produced Daryl Strawberry. Robinson is incredibly fast—one Dodger
scout timed him in the 6.2-6.3 range. He has accomplished what we
scouts look for in a minor leaguer—work on and improve your
weaknesses. Robinson hit very well lefthanded this year, plus he has
become an excellent CF, running down balls in the gaps by getting
terrific jumps and taking good routes. His base stealing still needs
improvement. Base stealing is not so much about speed as it is about
the read and the jump. Robinson got caught a lot this year, which tells
me he is still struggling reading moves. I think he'll get it
eventually, particularly if the Dodgers have him work with Maury Wills.
josh g (sacto, ca): did brandon crawford get any consideration for the list? has he surpassed adrianza as the giants best ss prospect?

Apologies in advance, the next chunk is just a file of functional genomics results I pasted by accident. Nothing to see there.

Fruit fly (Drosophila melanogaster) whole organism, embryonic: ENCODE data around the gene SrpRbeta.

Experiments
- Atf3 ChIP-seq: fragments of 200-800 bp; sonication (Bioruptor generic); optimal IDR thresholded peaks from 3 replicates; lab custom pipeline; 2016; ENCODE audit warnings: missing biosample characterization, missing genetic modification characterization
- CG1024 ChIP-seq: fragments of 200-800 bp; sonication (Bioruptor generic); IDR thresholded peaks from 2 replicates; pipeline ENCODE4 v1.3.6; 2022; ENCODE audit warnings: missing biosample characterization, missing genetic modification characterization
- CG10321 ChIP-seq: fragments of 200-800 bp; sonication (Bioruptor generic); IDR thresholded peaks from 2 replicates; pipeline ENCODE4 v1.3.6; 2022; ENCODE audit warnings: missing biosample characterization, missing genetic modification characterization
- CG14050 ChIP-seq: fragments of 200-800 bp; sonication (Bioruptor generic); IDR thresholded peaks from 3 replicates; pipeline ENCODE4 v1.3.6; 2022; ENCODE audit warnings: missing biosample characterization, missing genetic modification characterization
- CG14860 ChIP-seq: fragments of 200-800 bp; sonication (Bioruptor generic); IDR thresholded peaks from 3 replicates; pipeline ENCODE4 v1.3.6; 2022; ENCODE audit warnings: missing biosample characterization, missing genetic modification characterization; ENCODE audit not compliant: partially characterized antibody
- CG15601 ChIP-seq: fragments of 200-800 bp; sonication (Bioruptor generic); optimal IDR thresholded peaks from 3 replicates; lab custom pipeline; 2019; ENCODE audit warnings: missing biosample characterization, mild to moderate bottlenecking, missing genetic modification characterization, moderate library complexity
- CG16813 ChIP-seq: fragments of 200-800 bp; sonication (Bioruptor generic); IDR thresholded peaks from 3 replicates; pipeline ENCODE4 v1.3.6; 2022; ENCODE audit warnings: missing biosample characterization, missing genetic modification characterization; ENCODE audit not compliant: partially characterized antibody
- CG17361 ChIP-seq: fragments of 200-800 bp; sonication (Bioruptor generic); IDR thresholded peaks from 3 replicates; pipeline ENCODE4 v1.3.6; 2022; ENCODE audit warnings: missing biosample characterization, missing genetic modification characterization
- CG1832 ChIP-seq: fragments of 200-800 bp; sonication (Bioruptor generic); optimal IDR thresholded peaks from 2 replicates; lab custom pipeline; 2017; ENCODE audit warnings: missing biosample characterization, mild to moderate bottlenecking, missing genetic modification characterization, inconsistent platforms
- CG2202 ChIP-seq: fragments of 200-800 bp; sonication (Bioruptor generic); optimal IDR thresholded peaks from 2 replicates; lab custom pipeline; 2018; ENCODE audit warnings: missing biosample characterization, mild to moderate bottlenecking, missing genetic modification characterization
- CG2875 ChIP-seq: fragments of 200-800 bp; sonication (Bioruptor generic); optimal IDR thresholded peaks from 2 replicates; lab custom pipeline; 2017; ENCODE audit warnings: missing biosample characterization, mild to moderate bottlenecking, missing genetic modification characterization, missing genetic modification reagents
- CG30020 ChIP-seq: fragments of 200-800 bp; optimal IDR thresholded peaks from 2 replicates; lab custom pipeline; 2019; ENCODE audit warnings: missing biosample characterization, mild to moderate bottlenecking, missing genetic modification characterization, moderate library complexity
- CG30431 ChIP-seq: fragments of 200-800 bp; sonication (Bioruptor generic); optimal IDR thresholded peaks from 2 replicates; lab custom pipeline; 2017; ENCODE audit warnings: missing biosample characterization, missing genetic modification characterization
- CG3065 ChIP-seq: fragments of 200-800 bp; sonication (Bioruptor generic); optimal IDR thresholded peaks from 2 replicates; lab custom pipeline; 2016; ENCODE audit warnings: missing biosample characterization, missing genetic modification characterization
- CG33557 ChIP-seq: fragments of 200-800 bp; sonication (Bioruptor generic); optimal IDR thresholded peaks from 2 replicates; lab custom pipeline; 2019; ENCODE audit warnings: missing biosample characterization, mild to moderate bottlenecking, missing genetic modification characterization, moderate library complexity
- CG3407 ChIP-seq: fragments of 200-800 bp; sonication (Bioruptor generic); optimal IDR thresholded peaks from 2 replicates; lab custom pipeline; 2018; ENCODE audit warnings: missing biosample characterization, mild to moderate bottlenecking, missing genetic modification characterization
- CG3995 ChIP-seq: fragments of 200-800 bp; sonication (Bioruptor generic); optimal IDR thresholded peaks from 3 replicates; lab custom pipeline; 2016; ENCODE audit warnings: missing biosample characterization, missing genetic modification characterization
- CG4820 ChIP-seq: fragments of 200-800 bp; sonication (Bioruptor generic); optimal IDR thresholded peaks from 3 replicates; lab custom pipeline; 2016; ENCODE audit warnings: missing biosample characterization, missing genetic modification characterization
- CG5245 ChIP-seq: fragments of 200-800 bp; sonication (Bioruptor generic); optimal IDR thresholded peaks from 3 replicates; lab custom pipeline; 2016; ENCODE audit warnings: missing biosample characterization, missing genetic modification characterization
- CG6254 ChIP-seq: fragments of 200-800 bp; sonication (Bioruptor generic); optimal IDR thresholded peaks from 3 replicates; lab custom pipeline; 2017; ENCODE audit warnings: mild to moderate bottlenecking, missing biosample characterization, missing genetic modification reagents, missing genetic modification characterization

We've gotten a couple of Crawford
questions, so let me tackle them all right here. I first saw him at
UCLA's scout day at the MLB academy in 2007, I think it was. He was
downright awful that day. Crawford struggled at the beginning of his
senior year, which dropped him to the 4th round. Still, he has a
chance. Crawford's a good athlete, fine arm (92 off the mound for the
Bruins)and runs acceptably. My problem with him before was that he was
a stance tinkerer, never sticking to the same approach from game to
game. If he gets the bat going, I certainly can see him at SS for the
Dan (Chicago): 2016 best catcher in baseball Wieters Posey or Harper?
2016?! I don't even know what I'm having
for dinner, much less look ahead to 2016! Kidding aside, that is a
great question. I will answer that with a shocker—Harper is not a
catcher for me. I would put him in RF for two reasons: he is such a
great hitting prospect I don't want to see his bat diminshed by the